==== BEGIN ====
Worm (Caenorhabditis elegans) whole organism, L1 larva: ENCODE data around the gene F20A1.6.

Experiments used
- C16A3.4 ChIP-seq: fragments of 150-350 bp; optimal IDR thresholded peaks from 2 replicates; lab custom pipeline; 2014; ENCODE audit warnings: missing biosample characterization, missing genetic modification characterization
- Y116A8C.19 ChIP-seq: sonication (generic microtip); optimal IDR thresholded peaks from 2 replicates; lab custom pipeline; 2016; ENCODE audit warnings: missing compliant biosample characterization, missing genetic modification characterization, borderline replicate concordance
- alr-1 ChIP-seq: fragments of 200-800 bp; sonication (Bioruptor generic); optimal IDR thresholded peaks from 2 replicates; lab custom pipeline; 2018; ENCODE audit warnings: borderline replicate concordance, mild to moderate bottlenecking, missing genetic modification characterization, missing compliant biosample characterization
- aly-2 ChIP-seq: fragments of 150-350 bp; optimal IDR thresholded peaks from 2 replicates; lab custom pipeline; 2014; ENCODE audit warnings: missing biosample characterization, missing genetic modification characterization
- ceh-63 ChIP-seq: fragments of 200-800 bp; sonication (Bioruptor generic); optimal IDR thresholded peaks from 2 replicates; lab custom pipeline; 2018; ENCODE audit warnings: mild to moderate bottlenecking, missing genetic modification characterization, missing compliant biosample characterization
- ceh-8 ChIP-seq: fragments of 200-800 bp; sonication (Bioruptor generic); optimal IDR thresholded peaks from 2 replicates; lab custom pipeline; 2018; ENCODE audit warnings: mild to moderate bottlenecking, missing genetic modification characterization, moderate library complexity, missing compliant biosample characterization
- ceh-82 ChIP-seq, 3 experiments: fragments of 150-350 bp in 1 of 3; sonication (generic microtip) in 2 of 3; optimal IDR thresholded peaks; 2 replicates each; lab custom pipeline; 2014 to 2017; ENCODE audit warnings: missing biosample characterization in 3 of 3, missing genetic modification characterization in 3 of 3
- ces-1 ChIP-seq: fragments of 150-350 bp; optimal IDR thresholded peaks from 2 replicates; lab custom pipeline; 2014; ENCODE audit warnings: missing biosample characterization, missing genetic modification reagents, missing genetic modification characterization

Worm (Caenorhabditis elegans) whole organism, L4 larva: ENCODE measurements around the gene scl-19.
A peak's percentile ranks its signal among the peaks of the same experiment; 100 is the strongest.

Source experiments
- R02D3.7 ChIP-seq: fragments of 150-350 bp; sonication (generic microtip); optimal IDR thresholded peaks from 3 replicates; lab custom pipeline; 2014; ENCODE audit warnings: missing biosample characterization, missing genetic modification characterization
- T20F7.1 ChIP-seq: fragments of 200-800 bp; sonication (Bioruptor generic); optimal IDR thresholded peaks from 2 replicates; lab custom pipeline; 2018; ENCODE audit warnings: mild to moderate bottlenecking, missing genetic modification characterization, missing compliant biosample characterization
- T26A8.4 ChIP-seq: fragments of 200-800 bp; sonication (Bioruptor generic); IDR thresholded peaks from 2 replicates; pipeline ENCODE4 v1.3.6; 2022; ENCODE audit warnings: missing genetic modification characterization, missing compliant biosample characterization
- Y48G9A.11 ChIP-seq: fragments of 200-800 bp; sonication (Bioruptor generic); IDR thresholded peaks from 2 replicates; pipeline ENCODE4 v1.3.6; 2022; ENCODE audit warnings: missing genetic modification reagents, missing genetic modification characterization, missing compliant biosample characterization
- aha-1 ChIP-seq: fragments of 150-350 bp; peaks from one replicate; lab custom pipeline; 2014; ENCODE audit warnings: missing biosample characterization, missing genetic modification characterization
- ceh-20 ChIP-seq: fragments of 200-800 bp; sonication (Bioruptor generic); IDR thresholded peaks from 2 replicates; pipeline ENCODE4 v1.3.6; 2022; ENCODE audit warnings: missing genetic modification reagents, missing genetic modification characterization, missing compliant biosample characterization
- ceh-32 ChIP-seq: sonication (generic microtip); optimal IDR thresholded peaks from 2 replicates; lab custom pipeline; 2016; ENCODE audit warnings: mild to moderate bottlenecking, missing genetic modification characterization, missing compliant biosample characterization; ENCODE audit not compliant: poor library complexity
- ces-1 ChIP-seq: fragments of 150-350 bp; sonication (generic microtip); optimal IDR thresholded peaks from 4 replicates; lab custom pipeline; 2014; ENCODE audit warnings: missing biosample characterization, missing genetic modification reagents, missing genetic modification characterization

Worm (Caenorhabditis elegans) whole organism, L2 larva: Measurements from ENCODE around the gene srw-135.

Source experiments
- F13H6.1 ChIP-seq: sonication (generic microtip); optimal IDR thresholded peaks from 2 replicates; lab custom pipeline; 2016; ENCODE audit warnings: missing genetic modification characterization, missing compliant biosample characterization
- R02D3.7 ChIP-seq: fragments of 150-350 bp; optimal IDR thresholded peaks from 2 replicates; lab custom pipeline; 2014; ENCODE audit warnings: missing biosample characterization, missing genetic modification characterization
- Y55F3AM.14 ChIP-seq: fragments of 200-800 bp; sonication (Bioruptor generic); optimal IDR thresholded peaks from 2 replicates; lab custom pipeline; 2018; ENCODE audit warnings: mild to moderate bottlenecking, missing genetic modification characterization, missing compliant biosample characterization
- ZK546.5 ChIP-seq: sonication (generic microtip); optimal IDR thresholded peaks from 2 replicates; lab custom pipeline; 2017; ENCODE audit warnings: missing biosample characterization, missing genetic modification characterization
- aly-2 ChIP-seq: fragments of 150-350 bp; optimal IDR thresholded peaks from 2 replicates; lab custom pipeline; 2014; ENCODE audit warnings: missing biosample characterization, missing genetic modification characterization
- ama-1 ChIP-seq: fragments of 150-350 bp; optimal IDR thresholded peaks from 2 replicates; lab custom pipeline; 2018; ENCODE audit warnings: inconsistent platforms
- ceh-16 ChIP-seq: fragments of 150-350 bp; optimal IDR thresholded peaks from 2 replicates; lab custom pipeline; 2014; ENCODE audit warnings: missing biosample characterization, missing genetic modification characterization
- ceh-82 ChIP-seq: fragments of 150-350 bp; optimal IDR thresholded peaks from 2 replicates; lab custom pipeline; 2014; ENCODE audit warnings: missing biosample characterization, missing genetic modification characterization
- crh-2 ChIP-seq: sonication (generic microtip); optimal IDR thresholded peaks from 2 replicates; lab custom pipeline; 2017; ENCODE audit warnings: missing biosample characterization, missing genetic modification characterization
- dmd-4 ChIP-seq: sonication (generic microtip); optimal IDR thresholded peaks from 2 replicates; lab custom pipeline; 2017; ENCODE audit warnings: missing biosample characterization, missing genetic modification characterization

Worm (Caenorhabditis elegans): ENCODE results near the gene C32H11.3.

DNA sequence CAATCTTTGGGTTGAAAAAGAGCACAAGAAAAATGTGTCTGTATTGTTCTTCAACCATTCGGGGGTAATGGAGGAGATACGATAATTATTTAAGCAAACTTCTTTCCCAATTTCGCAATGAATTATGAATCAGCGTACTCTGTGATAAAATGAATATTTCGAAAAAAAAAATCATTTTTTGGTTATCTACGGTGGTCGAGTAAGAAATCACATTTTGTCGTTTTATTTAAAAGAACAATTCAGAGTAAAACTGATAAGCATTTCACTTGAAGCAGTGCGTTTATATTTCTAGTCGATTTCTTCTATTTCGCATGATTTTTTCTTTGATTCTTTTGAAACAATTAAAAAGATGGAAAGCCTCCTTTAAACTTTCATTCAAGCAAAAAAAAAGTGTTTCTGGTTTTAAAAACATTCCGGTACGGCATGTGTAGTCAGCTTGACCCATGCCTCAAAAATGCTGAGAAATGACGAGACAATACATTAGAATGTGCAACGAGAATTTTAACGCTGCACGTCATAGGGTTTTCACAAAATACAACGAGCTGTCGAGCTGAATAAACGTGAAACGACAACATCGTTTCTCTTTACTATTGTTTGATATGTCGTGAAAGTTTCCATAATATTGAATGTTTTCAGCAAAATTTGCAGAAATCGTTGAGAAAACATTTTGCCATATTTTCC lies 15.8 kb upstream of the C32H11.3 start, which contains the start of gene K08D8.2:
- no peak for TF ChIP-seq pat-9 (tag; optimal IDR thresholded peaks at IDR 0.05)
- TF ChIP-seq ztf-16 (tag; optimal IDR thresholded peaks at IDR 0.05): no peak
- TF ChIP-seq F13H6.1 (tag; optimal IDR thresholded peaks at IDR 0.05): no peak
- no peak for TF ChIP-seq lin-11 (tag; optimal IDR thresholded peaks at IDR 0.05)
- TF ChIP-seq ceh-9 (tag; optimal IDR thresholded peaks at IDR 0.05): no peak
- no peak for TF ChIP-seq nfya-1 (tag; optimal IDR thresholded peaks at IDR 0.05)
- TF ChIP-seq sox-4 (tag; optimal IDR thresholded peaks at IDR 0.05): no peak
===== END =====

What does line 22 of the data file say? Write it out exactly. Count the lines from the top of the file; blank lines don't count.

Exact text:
Worm (Caenorhabditis elegans) whole organism, L2 larva: Measurements from ENCODE around the gene srw-135.